There are various things to think about when preparing for breast reconstruction. This includes choosing a breast reconstruction surgeon and planning for surgery. It is also important to have realistic expectations of the likely outcome of breast reconstruction surgery.
Choosing a breast reconstruction surgeon
Breast reconstruction surgeons may work in the public or private health system or both. They have varying training, expertise and experience in breast reconstruction surgeries. Different surgical techniques will result in different breast reconstruction outcomes.
It is important to ask what experience the breast reconstruction surgeon has in which types of breast reconstruction surgeries.
You have the right to seek a second opinion at any time. A second opinion can help you to clarify information or explore alternative types of breast reconstruction.
To look for a breast reconstruction surgeon in your area, go to the Australian Society of Plastic Surgeons (ASPS) website.
"You have to pick the one (breast reconstruction surgeon) that suits you. They're operating on an intimate part of your body so you've really got to feel that they've got your best interests at heart. It is not about their agenda or what they're trying to achieve, it is about what you want and you've got to put your whole, one hundred and ten percent trust in them."
The lead up to surgery
You are likely to have a number of appointments before breast reconstruction surgery. Appointments may be with a breast care nurse, anaesthetist and breast reconstruction surgeon.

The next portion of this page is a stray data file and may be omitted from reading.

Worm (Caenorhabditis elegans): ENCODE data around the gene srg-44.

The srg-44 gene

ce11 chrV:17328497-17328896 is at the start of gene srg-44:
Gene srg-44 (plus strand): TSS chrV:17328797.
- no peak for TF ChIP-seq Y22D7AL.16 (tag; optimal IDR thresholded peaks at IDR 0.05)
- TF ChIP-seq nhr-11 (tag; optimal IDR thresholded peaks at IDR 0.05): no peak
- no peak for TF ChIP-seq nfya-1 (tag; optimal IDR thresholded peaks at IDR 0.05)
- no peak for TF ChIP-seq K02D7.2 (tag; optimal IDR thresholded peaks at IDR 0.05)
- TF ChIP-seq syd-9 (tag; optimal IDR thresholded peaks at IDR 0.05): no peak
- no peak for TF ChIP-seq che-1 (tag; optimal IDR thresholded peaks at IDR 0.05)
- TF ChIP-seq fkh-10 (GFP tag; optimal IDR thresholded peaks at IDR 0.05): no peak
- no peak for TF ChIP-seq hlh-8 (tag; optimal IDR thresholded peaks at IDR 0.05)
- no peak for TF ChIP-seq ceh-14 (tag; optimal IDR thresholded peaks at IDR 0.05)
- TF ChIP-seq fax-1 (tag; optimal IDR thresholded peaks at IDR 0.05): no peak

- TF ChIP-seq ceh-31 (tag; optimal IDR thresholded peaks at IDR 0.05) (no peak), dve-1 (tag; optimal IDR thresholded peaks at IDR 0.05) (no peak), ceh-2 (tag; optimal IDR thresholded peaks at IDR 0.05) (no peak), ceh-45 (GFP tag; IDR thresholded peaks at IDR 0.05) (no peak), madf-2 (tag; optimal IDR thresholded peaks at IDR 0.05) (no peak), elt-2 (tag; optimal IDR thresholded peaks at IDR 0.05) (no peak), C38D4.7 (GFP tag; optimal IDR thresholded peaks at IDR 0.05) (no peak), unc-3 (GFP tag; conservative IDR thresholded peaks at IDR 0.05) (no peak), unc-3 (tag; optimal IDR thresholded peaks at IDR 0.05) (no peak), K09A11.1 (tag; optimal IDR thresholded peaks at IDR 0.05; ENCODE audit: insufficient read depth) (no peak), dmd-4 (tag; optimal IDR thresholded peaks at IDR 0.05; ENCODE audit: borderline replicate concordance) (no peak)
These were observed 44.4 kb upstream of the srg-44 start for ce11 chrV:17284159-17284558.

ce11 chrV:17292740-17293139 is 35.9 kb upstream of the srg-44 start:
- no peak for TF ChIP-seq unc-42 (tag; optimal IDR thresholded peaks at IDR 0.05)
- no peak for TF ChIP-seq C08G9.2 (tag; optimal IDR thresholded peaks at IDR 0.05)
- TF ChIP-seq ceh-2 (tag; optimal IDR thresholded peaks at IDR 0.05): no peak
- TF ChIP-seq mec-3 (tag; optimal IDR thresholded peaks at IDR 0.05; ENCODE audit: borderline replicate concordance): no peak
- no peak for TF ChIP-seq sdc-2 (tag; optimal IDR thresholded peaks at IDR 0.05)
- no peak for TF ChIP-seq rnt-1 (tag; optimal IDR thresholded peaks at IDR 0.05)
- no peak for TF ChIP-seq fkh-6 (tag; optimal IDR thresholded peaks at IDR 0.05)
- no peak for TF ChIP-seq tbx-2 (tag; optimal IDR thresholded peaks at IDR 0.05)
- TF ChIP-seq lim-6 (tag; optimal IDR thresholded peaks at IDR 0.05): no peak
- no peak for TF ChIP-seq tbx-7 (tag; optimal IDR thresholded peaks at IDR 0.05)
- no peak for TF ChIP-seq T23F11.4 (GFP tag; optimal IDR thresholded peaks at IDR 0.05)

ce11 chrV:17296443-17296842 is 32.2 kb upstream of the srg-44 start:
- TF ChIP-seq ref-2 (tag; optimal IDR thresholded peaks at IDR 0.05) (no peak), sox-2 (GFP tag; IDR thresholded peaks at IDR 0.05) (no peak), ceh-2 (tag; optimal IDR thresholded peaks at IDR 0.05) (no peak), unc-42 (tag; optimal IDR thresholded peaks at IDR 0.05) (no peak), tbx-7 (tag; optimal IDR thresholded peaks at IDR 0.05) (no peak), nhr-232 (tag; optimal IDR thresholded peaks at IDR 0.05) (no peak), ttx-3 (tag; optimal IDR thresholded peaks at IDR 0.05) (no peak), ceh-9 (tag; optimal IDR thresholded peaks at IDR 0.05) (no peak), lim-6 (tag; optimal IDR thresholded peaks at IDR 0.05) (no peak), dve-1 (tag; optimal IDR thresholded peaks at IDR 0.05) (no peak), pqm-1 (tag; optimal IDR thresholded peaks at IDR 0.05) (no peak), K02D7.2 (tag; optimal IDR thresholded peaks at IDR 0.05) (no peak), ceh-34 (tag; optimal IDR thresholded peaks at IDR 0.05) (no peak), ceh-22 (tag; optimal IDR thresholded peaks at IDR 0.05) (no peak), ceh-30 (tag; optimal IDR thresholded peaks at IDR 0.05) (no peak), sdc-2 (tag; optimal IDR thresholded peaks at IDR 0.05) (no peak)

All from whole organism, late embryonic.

Tests before surgery may include blood tests and a chest X-ray or scans to check the blood vessels.
You will probably be told to stop eating for 4–6 hours and drinking for 2 hours before the operation to reduce the risk of complications during surgery.
On the day of surgery, your breast reconstruction surgeon will probably draw on your body to mark out where the surgery cuts will be. This will be done when you are awake so that you can sit up or stand up, helping your breast reconstruction surgeon to give you the best possible outcome.
Having a breast reconstruction will mean having time off work and is likely to affect other activities such as child care. It is useful to plan ahead, particularly if not working is likely to affect your finances.
It is a good idea to organise some help for when you first come home from hospital. This might include help with house cleaning, child care, cooking meals, and getting to appointments. Help might be available through family, friends or community resources.